He said if you wanted to learn English you could run with him in the mornings. Then they followed him in droves. Every morning the foreman ran by the sleeping quarters, his broad chest upright, his limbs a blur of motion, while the workmen panted after him. Half an hour later they would pass by again, in squad formation, a military march. He called out the words and they repeated them. Their voices chanted past us in the dawn.
Mondays, they did the conjugation, Wednesdays the verbs, Fridays the prepositions. “From!” “By!” “To!” he yelled, going by, and their voices rang out in response. Their chanting became a chorus, a rhythm we felt in our hips as we lay there under the window. We got up to wash in the dark morning light, crowding each other in our slips, while the cadence of their feet ticked out the seconds, stomped away the dawn. They ran around and around the factory complex. When he got to the “You” conjugations, it sounded as if he was demanding something of everyone: of himself, of us, of the running men, of anyone who lived within earshot of the crater and the fallen market and the smoking veins of the factory. He called out, and the men repeated:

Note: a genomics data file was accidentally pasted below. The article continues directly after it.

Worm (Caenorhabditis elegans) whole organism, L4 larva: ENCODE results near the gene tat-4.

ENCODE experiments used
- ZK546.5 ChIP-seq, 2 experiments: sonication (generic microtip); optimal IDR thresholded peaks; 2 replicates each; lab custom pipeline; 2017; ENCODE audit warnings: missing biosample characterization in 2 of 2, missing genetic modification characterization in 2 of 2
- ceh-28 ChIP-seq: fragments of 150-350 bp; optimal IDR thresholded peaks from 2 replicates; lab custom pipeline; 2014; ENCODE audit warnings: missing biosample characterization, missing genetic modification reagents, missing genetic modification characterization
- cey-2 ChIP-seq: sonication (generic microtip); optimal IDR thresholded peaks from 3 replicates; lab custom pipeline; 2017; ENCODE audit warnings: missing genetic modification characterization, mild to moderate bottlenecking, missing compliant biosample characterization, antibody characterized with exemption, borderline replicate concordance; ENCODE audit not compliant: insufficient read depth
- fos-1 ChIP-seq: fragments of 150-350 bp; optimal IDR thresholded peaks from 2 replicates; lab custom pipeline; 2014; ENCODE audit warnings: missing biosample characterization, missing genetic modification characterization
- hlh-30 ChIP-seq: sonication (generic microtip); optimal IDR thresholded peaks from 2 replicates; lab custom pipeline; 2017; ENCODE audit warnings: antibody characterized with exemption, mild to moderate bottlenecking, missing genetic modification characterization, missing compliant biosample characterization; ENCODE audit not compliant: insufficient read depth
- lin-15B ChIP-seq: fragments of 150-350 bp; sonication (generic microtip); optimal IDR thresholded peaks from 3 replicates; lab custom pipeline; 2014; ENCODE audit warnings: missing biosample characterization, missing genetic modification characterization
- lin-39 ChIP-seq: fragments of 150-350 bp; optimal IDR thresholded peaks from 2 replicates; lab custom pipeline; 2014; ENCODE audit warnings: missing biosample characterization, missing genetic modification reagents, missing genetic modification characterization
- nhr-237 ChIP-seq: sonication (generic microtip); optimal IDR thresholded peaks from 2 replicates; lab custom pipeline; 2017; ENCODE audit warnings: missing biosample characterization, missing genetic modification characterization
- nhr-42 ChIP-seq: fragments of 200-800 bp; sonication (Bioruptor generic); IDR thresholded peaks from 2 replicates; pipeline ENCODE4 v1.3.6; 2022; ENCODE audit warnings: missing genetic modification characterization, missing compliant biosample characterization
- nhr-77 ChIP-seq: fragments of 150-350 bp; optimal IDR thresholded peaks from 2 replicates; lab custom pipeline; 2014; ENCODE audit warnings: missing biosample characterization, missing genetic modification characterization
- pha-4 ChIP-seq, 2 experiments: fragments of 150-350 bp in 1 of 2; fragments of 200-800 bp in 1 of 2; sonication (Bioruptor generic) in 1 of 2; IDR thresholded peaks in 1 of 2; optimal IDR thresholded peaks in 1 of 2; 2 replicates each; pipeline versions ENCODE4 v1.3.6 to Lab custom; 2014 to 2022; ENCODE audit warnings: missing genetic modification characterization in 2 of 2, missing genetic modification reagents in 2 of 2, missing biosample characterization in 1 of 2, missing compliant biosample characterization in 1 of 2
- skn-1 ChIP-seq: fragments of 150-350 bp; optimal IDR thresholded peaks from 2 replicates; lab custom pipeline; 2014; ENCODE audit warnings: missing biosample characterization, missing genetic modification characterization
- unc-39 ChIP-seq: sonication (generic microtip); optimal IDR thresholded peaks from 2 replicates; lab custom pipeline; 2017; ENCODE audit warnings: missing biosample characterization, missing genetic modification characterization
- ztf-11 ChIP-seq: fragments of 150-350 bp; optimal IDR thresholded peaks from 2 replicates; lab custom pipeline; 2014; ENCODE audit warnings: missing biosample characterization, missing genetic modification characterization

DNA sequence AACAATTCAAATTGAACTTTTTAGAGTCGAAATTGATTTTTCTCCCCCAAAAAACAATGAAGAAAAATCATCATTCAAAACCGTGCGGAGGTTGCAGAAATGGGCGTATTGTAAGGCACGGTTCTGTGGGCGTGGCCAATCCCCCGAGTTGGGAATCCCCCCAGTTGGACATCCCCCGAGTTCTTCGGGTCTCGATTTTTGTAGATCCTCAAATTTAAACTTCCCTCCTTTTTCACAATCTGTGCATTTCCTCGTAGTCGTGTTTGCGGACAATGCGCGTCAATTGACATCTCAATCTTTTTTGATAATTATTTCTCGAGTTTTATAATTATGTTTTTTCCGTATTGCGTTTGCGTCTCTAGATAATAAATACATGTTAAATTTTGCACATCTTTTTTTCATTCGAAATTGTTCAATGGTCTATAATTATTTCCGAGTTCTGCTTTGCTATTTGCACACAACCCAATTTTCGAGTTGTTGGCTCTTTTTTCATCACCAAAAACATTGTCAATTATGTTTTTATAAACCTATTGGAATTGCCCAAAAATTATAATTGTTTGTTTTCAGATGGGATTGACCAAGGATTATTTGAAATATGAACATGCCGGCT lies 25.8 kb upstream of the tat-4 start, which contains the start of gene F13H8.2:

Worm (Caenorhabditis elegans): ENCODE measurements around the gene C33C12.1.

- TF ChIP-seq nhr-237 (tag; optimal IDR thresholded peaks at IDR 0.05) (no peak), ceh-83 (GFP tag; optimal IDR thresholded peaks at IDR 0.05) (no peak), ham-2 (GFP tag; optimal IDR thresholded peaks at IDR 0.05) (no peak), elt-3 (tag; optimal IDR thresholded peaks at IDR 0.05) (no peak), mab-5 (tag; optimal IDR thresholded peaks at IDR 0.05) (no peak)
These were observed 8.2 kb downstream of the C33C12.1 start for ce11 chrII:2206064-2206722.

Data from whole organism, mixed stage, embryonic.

“I will!” (“I will!”)
“You will!” (“You will!”)
“We will!” (“We will!”)
Spring came, and we began to grow tired of the runner. Who was he to jog his purgatory around our rooms, around the crater, around the smoking veins of the factory? Every morning we lay there with questions in our own bones, our muscles humming with talk. We listened to his orbit of conditions and wish-making, his prepositions to and fro, his litany of conjugations.